Syed Muhammad Nazim ( The Indus Hospital, Karachi, Pakistan. )
Zafar Zaidi ( The Indus Hospital, Karachi, Pakistan. )
Agenesis of Urinary bladder is an extremely rare congenital genitourinary anomaly and is associated with other severe malformations that are incompatible with life. About 60 cases and 22 live births only have been reported in English literature. We report an eight year old girl with triad of complete agenesis of bladder and urethra, solitary functioning left kidney and an ectopic ureter opening into the vagina. The management of the child along with embryo-pathogenesis and literature review is discussed.
Keywords: Bladder agenesis, Ectopic ureter, Continent urinary diversion.
Bladder agenesis is an extremely rare congenital anomaly of urogenital system and is associated with other severe malformations that are incompatible with life. The vast majority (90%) of viable children with this anomaly is female.1 About 60 cases and 22 live births only have been reported in English literature. We report an eight year old girl with triad of complete agenesis of bladder and urethra, solitary functioning left kidney and an ectopic ureter opening into the vagina.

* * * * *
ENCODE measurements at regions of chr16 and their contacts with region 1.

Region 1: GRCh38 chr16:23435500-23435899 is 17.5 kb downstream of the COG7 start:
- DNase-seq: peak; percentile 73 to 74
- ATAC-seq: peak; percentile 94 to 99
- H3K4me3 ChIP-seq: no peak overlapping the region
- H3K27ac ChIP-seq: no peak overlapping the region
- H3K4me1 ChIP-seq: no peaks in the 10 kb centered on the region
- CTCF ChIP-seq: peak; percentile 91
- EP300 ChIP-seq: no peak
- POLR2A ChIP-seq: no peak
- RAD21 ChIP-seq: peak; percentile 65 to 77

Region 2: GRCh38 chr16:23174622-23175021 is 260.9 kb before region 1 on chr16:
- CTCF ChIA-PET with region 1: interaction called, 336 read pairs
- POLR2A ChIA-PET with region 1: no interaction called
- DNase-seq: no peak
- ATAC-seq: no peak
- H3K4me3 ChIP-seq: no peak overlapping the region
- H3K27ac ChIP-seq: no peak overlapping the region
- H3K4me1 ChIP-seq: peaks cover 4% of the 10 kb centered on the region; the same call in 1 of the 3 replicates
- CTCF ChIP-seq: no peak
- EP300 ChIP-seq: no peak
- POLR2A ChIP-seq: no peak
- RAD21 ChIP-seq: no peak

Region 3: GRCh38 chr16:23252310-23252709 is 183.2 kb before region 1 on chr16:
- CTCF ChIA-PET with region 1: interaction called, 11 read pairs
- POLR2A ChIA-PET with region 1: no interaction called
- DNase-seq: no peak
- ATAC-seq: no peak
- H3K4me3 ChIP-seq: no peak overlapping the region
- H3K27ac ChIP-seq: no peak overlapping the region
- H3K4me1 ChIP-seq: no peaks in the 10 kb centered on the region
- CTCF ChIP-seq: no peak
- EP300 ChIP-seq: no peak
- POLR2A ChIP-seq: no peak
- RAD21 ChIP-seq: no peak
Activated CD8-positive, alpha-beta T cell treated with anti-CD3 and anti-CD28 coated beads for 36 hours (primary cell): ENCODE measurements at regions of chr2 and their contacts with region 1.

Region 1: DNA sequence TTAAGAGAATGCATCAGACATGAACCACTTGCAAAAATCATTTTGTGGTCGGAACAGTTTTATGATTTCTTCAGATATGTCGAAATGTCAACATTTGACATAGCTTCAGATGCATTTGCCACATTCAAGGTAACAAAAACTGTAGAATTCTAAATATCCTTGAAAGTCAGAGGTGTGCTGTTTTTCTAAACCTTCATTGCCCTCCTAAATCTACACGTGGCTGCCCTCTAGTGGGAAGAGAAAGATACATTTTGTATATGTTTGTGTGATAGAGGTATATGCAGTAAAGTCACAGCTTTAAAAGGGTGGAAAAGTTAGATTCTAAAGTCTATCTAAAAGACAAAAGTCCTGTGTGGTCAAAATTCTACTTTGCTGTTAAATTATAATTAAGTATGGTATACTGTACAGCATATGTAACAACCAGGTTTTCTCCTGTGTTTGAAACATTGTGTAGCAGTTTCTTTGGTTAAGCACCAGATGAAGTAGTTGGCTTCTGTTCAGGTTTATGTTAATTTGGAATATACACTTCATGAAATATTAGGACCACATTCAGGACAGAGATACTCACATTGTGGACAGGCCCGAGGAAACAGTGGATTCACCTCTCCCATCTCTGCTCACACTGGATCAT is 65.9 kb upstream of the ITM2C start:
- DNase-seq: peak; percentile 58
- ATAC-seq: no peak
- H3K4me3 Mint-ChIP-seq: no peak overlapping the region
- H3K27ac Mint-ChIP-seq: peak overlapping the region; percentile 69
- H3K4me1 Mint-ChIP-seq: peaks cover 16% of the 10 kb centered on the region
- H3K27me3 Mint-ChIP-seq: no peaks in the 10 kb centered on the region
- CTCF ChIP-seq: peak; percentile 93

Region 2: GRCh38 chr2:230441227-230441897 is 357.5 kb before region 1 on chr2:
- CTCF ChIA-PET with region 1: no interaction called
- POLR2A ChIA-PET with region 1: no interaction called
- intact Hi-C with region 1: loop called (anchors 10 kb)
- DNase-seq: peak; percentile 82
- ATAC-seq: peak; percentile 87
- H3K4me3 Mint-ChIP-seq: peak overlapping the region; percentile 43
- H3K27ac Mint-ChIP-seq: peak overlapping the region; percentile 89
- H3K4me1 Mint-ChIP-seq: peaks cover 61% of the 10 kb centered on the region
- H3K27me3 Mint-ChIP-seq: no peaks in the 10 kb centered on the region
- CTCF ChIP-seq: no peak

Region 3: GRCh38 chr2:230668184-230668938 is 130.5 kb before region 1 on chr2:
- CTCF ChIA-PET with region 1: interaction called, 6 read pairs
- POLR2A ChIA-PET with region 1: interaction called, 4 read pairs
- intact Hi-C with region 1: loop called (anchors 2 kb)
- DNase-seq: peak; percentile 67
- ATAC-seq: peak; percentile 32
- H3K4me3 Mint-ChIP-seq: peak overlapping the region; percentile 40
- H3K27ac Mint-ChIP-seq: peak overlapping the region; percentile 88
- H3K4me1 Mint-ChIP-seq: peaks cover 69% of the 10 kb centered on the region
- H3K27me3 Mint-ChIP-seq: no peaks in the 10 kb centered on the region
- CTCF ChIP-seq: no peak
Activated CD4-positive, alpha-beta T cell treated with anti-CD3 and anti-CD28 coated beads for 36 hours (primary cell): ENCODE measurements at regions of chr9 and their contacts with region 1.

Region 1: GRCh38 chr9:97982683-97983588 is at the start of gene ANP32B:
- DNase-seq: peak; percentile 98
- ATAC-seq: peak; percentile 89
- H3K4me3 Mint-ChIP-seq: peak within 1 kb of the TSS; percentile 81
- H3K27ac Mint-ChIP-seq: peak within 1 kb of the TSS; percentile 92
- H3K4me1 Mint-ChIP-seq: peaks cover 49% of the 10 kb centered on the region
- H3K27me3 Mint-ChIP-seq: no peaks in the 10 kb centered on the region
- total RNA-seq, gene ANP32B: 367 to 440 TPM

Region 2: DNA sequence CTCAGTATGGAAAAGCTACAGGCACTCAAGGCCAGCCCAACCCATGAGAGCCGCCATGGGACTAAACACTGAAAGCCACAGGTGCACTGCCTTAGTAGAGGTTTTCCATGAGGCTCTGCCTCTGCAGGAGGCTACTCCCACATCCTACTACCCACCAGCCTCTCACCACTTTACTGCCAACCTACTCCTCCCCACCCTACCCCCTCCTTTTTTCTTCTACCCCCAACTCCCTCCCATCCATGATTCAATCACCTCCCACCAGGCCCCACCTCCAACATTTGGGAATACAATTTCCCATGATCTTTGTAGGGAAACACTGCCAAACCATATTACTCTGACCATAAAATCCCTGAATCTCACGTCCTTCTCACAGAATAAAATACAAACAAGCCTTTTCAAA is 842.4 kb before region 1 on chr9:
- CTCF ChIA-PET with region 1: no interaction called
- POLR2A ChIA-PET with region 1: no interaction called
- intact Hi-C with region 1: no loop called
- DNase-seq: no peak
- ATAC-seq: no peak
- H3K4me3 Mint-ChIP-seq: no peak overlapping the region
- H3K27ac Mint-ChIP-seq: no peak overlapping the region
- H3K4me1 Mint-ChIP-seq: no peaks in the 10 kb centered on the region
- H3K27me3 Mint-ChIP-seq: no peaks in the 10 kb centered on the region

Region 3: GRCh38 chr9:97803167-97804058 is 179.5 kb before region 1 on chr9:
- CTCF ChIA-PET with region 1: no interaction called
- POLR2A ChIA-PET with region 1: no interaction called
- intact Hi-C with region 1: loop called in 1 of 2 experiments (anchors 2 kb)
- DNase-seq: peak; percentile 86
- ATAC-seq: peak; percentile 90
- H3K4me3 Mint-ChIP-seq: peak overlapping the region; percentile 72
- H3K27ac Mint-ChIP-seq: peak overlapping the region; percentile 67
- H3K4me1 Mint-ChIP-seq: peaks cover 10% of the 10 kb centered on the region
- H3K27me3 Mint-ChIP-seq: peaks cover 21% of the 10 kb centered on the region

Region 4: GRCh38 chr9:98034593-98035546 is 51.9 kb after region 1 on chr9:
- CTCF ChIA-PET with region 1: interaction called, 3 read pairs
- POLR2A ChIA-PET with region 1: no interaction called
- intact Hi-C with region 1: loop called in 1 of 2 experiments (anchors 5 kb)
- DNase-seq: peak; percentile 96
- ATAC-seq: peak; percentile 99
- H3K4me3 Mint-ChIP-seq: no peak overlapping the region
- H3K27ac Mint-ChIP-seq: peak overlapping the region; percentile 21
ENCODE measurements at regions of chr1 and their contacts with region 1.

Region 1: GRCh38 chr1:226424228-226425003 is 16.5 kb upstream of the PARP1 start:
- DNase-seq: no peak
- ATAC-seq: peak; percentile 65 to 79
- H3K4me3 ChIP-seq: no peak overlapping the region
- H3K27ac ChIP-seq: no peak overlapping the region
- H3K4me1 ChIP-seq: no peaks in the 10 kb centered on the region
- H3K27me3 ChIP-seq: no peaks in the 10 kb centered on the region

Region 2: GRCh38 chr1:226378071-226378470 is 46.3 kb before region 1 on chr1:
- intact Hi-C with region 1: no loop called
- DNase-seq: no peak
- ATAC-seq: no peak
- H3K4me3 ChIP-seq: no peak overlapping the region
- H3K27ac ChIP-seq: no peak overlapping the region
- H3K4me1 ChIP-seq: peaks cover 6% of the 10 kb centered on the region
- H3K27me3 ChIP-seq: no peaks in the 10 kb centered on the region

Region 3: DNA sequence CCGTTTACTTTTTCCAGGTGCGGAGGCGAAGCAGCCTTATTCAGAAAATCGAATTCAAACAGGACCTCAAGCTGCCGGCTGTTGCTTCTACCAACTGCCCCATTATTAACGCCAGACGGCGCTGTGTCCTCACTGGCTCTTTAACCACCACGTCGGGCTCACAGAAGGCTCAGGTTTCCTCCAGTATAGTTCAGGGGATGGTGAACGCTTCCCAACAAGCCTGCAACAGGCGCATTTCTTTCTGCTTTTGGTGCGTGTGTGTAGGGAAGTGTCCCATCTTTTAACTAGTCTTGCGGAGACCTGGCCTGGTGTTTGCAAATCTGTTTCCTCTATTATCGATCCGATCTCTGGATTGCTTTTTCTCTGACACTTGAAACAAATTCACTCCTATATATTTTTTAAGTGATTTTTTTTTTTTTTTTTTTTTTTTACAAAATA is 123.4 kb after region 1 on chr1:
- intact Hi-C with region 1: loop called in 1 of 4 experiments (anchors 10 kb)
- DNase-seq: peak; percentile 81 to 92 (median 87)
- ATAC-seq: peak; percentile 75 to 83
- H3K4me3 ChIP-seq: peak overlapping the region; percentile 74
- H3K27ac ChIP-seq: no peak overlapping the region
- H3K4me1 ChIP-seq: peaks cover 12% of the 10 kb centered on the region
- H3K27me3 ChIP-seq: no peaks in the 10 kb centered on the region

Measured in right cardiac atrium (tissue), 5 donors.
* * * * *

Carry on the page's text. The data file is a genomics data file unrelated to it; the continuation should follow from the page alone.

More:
An eight year old girl presented with the history of persistent dribbling of urine and recurrent urinary tract infections. She had never voided with stream on her own. There was no history of any bowel irregularities. She was the only child of her parents and was born full term with simple vaginal delivery. There was no familial history of any congenital abnormalities. Her mother denied use of any drug or history of fever during pregnancy. The child\\\'s milestones were not delayed. She was investigated and found to have bilateral VUR and right nonfunctioning kidney and underwent right nephrectomy elsewhere but her incontinence was missed and was referred for further management.
On examination, she was haemo-dynamically stable, and fully mobile. The external genitalia were phenotypically female with excoriation of vulva and a single opening in the vestibule with continuous dribbling of urine (Figure-1).